3. What role do seller concessions play in avoiding high-cost rules? Seller concessions towards closing costs offer a solution to high-cost constraints. Sellers can adjust the home price to include concessions towards the buyer’s closing costs, ensuring compliance. However, any excess from these concessions typically returns to the seller, incentivizing efficient use.

4. What are the terms associated with conventional loans? Conventional loans offered by private lenders adhere to guidelines set by entities like Fannie Mae and Freddie Mac. Key terms include loan amount limits, down payment requirements, credit score thresholds, interest rates, loan terms, PMI obligations, DTI ratios, and appraisal considerations.

5. How do HPML and HPCT differ, and why are they important? HPMLs, loans with APRs exceeding prime offer rates, and HPCTs, subsets of higher-priced loans meeting specific criteria, trigger additional consumer protection measures. Understanding these distinctions is vital for lenders to comply with regulations while ensuring borrower protection during mortgage origination.

6. How can borrowers address high-cost issues when seller concessions are unavailable? When seller concessions aren’t feasible, borrowers can opt for lenders’ credits toward closing costs by accepting a higher mortgage rate. This approach allows borrowers to offset fees while complying with high-cost regulations.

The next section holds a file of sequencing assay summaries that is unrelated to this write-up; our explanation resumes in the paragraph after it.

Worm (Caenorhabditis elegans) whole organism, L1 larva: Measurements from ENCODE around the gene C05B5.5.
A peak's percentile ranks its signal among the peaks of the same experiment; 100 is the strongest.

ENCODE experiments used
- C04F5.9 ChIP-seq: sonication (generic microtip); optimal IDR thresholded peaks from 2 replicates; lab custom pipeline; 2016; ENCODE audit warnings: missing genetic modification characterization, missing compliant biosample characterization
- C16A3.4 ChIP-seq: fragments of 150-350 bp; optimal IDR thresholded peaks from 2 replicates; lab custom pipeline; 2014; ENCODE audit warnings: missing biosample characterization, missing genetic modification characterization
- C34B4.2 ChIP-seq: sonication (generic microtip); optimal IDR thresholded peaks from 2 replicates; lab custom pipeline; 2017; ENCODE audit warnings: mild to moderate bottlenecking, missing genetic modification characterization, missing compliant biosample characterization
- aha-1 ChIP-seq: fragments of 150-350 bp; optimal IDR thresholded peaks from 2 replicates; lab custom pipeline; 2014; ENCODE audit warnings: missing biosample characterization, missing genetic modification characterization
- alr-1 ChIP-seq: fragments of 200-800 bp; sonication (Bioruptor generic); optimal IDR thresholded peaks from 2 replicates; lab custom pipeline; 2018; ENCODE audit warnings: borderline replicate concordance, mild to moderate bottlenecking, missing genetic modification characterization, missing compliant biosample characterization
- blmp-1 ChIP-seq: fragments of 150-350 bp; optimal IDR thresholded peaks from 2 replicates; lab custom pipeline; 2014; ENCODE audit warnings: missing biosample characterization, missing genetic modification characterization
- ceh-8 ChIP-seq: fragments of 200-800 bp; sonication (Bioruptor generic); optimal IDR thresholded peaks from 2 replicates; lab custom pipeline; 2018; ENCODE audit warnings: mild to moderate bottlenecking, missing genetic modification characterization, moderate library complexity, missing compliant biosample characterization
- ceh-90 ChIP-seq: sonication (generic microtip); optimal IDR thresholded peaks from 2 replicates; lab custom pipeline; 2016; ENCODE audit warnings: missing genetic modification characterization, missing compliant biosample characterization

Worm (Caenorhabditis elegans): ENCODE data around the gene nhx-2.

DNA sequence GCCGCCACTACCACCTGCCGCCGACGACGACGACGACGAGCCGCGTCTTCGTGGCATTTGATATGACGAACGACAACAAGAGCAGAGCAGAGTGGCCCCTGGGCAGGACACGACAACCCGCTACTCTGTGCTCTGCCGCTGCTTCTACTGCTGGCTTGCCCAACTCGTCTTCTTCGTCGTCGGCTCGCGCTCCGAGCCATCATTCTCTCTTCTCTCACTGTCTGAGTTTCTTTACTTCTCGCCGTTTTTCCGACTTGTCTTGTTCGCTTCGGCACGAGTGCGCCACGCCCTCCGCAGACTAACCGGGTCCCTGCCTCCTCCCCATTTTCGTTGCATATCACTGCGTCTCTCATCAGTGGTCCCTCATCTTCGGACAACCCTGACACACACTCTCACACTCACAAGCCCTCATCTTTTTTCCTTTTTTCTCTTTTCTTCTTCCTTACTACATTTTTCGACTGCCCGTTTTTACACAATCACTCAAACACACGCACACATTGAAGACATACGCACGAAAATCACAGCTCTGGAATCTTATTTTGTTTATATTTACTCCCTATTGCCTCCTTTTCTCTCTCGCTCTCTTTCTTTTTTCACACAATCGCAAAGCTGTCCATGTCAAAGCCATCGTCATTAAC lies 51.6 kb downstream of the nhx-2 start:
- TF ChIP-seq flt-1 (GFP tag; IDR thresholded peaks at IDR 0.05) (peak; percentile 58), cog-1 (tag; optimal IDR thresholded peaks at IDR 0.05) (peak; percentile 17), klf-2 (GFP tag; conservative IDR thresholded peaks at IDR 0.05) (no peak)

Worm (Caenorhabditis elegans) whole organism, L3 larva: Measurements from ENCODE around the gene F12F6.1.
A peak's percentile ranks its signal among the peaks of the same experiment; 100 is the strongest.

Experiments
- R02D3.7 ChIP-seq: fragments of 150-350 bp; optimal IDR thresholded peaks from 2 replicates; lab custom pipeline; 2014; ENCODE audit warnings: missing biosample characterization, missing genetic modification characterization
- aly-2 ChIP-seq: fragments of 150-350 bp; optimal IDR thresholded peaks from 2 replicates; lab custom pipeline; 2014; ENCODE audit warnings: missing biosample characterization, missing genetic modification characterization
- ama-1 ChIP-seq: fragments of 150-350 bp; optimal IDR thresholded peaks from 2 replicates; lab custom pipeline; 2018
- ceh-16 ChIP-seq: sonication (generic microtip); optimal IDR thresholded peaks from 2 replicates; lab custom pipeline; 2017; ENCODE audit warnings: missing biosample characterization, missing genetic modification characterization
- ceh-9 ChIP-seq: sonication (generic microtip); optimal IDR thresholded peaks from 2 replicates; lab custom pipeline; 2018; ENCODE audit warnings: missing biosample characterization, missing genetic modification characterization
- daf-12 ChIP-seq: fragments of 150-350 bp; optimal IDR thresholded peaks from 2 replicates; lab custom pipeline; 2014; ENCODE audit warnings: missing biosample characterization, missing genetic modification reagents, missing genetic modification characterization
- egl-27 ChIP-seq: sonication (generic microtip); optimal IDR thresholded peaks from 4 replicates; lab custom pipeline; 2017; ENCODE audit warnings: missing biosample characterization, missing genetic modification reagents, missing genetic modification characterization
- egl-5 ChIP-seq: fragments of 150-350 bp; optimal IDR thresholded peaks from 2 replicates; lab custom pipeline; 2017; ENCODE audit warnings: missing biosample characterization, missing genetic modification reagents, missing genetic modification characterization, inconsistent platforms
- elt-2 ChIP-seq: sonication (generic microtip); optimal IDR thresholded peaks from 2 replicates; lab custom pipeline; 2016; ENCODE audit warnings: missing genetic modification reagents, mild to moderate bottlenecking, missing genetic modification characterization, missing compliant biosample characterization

7. What updates should borrowers be aware of regarding high-cost regulations? The introduction of Qualified Mortgages (QM) by the Consumer Financial Protection Bureau (CFPB) emphasizes the ability to repay mortgage loans, limiting costs and fees to 3%. Compliance with QM guidelines is essential for lenders and borrowers to navigate the evolving mortgage landscape effectively.

This blog about High-Cost Guidelines On Government And Conventional Loans was updated on March 25th, 2024. Click here to apply for mortgage loans